I am starting a PhD project at Durham University, supervised by Prof Marco Cecconello, where I will be working closely with fellow CDT students Brian Steward and Ian Dolby. My project is working with high performance modelling codes to study the interaction of fast ions with MHD instabilities in MAST-Upgrade. Effective confinement of fast ions is essential for tokamak operation, and MHD instabilities can cause redistribution and loss of fast ions, severely affecting tokamak performance. I am comparing a complex ‘full orbit model’ (HALO), a simplified ‘reduced transport model’ (TRANSP/NUBEAM), and experimental data from several diagnostics on MAST-U, with the aim of validating and optimising the reduced transport model, so that we can better understand fast ion behaviour.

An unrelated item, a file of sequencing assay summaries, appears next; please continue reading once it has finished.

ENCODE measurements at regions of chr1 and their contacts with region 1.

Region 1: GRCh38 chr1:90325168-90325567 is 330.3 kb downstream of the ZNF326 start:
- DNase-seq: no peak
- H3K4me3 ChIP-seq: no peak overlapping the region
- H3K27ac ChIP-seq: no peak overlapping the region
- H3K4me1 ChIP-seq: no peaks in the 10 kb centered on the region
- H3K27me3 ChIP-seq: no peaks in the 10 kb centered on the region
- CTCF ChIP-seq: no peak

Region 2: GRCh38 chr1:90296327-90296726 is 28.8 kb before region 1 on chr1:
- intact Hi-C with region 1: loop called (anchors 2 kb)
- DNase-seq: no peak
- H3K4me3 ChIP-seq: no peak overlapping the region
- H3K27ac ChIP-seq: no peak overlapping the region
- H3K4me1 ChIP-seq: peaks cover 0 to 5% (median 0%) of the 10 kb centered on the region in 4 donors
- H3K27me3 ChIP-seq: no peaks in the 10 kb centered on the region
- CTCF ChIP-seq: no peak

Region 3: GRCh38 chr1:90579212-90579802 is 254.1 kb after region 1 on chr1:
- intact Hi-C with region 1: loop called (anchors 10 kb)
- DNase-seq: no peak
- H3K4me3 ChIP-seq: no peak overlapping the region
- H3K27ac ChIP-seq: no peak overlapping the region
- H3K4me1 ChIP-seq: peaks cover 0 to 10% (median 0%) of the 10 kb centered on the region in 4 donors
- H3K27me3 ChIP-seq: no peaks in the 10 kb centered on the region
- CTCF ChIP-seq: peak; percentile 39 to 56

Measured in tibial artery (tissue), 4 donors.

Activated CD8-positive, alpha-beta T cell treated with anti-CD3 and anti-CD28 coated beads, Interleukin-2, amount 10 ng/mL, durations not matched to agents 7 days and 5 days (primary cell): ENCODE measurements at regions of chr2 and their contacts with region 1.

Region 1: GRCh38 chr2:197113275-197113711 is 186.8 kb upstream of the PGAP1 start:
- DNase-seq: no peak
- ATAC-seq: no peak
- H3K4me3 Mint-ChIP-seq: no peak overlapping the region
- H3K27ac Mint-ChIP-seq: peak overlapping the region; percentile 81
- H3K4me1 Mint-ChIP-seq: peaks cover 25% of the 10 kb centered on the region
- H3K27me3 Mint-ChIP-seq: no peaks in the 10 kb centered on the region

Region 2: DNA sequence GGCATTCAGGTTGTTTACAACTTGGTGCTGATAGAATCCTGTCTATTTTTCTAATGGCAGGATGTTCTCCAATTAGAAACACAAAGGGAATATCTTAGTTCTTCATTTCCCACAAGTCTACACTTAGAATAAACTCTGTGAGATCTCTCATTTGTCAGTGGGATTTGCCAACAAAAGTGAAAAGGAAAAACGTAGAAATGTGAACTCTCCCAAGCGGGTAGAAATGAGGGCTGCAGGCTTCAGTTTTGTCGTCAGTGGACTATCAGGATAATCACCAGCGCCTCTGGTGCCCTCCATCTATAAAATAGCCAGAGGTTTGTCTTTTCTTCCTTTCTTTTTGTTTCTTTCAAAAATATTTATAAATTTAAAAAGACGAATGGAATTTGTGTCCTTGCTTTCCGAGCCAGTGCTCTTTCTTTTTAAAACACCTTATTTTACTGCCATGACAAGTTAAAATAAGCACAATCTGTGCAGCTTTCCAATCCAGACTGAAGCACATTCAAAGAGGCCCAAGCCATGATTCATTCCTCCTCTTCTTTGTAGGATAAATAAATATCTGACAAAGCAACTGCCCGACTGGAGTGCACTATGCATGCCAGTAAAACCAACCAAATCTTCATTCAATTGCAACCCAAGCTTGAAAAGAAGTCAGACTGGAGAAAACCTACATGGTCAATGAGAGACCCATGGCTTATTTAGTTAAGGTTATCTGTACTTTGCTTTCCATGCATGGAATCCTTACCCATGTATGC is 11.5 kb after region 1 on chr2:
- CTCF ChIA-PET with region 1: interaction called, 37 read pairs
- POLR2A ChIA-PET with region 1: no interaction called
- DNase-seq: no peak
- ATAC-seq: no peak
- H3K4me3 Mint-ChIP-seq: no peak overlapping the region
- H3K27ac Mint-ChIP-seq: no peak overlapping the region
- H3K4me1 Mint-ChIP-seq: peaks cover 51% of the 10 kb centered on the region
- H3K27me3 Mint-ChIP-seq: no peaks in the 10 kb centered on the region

Before joining the Fusion CDT, I did a Maths degree at Cambridge University. My most recent research project was using a similar reduced transport model to study wave-particle interactions in the plasma of Jupiter’s magnetosphere (which involves a lot of physics with surprising parallels to tokamak physics). I am passionate about fighting climate change, and it has always been my dream to work in a field where I can contribute to solving the energy crisis. I am incredibly proud to be on the Fusion CDT, helping to achieve the true potential of nuclear fusion technology!